Peripheral inflammations are known to be able to cause hyperalgesia ascribed to peripheral and central mechanisms. Cellular mechanisms of the central component are not completely understood yet.
Intradermal or subcutaneous injections of formalin or capsaicin are frequently used models for peripheral inflammation in behavioral studies in humans and animals.
In the present study we could show that peripheral inflammation caused by intraplantar injection of formalin 5 % (n=6) or capsaicin 1 % (n=5) induces long-term potentiation (LTP) of synaptic transmission in spinal dorsal horn of anaesthesized adult rats, while injections of only the solvents of the noxious agents did not alter the synaptic plasticity (each with n=3). C-fiber-evoked field potentials were potentiated after application of the noxious agents to 172±2 % of control in formalin experiments and to 173±9 % of control in capsaicin experiments and for the whole experimental duration. This is a new aspect of the cellular mechanisms of central sensitization due to peripheral inflammation. As peripheral inflammation leads to low-frequency firing of primary afferents we applied an electrical low-frequency stimulus (LFS; 2 Hz for 2 min) to the sciatic nerve to have the conditioning stimulation under better control concerning duration and intensity compared to injecting the noxious agents. In all experiments LTP was induced with a mean area of C-fiber-evoked field potential of 330±42 % of control (n=14).
Recording of the signals lasted for up to 17 h. To verify if this LTP induced by a electrical LFS was indeed a good model for LTP induced by peripheral inflammation we applied the same agents as used in the behavioral studies of peripheral inflammation to diminish or abolish the animals nociceptive behavior. The NMDA-receptor-antagonist MK-801 and the NO-synthase-inhibitor L-NMMA were able to block LTP and the NK1-receptor-antagonist RP67580 diminished LTP compared to control (each with n=5), suggesting the NMDA-receptor and as well NO-synthases to be essential for induction of LTP by LFS, and showing the partial role of the NK1-receptor that it is playing in induction of LTP by LFS. These findings are in accordance to behavioral studies of peripheral inflammation. Long-term potentiation of C-fiber evoked field potentials could also be induced by LFS or a high-frequency stimulation (HFS) in young animals (postnatal day 25-28). Mean area of C-fiber-evoked field potentials increased to 294 ± 25% (mean ± SEM) of control one hour after LFS (n=4) respectively to 336 ± 59% of control after HFS (n=3). The NO-synthase inhibitor L-NMMA was not able to block LTP but significantly diminished LTP induced by LFS (n=6) and did not affect the LTP induced by HFS in 4 out of 5 experiments.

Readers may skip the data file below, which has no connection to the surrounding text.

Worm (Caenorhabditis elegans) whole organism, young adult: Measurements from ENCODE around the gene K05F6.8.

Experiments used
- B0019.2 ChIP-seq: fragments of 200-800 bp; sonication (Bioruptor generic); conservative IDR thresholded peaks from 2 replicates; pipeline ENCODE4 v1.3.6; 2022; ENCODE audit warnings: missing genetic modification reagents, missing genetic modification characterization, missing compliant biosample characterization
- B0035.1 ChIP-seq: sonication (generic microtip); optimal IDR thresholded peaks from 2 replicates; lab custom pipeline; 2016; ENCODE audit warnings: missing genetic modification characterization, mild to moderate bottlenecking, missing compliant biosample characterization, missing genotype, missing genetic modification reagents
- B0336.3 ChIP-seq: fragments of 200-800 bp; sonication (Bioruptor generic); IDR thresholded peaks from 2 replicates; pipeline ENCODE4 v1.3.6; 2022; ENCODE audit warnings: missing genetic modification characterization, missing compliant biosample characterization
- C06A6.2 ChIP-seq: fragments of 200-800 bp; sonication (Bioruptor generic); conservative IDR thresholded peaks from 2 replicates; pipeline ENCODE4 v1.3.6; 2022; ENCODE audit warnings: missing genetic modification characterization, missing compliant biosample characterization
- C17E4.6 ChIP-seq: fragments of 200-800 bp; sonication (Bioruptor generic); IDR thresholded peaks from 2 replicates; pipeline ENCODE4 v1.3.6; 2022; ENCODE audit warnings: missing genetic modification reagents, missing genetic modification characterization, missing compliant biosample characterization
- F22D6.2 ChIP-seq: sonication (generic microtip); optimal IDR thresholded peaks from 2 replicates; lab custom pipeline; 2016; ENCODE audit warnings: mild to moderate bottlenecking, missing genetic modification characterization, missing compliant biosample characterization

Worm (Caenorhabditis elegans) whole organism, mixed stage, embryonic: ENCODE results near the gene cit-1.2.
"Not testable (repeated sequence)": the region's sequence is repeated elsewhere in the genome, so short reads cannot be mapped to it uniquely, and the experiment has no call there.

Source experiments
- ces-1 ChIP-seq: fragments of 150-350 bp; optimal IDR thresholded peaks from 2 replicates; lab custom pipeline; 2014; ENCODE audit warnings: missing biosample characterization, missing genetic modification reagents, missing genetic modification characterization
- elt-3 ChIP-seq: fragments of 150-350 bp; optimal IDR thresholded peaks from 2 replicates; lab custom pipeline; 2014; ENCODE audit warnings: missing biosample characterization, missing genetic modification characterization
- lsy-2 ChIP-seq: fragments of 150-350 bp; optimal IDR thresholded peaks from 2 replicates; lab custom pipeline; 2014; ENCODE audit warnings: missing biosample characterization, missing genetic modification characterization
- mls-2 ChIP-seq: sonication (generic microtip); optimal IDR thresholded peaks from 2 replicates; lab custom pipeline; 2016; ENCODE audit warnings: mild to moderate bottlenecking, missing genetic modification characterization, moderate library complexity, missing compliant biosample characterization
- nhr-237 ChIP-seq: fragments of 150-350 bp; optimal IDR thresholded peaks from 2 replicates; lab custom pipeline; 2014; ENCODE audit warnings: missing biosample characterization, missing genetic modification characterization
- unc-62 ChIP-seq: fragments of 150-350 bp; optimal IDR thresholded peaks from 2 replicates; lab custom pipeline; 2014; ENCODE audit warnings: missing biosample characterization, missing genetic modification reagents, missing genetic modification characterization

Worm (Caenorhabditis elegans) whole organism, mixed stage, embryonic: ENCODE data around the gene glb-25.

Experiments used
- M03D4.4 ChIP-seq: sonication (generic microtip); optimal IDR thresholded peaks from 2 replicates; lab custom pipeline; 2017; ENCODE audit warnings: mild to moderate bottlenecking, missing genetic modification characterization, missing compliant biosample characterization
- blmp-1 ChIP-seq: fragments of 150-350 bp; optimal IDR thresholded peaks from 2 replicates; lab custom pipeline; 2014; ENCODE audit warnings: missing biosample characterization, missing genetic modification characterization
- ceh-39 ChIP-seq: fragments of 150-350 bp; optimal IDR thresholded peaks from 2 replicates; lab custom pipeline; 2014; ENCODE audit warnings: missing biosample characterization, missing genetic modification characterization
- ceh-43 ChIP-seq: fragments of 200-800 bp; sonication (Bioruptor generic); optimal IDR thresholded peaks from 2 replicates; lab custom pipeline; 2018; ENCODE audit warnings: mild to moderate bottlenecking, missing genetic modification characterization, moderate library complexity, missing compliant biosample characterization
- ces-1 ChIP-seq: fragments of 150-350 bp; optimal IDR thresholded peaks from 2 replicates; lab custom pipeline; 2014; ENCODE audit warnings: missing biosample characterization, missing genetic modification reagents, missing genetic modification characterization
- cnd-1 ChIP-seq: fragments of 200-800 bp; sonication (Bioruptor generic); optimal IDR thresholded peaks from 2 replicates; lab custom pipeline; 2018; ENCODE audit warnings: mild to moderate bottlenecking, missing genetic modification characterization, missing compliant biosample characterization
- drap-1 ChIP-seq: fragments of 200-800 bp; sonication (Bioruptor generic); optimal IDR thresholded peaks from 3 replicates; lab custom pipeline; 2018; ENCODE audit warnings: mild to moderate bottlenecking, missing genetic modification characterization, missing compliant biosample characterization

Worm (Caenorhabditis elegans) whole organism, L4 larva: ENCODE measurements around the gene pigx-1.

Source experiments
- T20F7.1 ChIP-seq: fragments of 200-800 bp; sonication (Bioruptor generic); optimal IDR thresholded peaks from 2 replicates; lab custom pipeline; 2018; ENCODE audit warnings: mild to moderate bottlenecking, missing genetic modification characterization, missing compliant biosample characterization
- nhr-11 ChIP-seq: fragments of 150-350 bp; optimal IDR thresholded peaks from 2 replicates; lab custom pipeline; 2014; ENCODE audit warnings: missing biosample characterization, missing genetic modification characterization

Taken together we suggest this model as a good basis for further experiments regarding hyperalgesia by natural noxious stimuli and in particular peripheral inflammation.